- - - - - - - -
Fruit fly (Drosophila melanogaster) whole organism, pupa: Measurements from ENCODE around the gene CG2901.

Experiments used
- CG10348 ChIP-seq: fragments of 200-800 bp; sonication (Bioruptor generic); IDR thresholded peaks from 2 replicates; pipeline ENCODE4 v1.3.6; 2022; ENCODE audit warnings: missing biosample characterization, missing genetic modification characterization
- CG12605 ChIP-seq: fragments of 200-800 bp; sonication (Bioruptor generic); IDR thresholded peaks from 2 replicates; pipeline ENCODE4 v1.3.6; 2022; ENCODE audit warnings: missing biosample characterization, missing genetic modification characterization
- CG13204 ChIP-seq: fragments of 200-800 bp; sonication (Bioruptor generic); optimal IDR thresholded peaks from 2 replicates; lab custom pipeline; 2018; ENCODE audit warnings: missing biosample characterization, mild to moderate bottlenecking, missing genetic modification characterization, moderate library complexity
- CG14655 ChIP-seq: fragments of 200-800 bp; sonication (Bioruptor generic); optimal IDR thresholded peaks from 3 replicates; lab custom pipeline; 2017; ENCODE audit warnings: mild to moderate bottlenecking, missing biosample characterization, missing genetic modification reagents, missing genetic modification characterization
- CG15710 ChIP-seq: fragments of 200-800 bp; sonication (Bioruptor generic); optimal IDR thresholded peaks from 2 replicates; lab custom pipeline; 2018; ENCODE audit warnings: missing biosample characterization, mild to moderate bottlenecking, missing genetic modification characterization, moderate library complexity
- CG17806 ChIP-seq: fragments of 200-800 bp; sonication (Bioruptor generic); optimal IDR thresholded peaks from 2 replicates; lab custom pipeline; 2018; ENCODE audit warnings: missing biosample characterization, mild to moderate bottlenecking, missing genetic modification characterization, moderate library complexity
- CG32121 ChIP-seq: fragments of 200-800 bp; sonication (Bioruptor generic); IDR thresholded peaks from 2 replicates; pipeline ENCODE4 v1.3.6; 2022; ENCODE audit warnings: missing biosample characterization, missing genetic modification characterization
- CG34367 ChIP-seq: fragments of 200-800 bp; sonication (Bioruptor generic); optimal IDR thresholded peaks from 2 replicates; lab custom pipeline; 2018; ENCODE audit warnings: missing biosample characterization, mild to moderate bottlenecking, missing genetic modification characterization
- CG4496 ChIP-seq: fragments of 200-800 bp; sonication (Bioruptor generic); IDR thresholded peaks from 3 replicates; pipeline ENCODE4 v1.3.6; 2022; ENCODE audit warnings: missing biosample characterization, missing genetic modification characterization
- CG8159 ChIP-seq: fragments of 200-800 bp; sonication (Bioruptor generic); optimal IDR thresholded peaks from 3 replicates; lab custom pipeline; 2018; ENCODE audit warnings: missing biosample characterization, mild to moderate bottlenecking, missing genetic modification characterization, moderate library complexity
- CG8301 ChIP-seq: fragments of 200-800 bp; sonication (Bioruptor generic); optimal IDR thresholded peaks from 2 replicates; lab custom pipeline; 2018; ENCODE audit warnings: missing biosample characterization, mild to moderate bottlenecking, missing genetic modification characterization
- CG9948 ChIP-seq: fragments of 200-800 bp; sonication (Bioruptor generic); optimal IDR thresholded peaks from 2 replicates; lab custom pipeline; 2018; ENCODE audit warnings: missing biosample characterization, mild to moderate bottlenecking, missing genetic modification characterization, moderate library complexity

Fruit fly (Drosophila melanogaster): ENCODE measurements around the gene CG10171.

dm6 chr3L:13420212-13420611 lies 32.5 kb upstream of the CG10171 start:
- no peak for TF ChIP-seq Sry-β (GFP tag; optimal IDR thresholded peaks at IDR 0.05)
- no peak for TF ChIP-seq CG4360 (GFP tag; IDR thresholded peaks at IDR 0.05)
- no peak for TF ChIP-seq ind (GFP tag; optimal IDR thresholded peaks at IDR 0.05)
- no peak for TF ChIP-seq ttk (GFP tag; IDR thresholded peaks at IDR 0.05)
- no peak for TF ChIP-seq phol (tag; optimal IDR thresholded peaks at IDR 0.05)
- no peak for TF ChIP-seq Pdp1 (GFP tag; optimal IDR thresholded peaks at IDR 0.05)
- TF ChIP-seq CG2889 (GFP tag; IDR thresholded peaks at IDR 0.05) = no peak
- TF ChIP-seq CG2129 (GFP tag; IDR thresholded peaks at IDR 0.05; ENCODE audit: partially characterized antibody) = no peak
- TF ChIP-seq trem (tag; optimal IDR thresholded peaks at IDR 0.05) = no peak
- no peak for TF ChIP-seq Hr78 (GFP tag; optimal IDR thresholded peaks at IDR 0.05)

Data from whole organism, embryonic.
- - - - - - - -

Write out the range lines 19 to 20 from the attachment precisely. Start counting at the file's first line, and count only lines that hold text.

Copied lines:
- no peak for TF ChIP-seq ind (GFP tag; optimal IDR thresholded peaks at IDR 0.05)
- no peak for TF ChIP-seq ttk (GFP tag; IDR thresholded peaks at IDR 0.05)